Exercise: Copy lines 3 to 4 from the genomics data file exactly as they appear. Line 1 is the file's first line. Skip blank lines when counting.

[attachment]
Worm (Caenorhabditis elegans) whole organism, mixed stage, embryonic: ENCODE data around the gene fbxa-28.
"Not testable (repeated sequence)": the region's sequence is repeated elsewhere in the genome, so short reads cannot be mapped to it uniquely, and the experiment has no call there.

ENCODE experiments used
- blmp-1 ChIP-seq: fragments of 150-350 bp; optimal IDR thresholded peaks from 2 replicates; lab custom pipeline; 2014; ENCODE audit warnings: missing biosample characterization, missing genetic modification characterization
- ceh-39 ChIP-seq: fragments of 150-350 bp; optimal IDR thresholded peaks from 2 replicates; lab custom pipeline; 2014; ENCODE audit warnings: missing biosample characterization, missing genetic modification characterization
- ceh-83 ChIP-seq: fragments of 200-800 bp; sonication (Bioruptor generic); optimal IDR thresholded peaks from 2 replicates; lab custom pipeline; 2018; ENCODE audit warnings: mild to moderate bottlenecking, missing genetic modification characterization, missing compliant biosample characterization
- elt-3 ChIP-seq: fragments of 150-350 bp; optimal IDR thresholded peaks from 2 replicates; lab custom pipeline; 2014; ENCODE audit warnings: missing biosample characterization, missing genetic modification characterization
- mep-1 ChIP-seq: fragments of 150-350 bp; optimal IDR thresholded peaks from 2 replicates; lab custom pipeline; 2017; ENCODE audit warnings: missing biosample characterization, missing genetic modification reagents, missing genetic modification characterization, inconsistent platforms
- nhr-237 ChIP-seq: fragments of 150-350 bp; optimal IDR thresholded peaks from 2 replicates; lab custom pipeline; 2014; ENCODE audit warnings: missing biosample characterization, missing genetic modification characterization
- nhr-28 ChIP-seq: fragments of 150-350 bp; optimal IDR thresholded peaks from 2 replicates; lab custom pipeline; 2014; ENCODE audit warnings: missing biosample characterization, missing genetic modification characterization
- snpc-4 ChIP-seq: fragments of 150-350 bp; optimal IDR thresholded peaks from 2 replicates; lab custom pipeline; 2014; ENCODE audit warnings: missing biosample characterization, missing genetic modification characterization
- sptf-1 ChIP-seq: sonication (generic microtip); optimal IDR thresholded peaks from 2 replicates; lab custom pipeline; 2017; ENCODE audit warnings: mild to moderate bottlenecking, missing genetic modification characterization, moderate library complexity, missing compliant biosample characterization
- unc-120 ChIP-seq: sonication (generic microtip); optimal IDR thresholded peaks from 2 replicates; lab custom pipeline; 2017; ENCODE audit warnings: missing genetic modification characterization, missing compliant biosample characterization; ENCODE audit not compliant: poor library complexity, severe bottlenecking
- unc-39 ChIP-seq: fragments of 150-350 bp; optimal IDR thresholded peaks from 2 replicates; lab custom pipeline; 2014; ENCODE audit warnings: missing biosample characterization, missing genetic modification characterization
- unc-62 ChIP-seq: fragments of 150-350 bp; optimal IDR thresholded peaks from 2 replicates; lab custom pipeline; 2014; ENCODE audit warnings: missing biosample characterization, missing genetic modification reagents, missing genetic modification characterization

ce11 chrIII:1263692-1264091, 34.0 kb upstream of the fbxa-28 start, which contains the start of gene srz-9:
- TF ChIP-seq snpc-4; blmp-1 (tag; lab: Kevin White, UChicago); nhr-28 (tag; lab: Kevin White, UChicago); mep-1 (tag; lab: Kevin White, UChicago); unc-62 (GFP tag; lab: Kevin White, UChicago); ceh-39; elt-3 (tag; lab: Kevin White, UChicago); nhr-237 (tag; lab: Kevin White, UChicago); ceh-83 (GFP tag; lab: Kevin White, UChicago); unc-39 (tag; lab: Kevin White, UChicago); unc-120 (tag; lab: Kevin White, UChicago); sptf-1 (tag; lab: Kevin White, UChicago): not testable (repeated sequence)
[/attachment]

ENCODE experiments used
- blmp-1 ChIP-seq: fragments of 150-350 bp; optimal IDR thresholded peaks from 2 replicates; lab custom pipeline; 2014; ENCODE audit warnings: missing biosample characterization, missing genetic modification characterization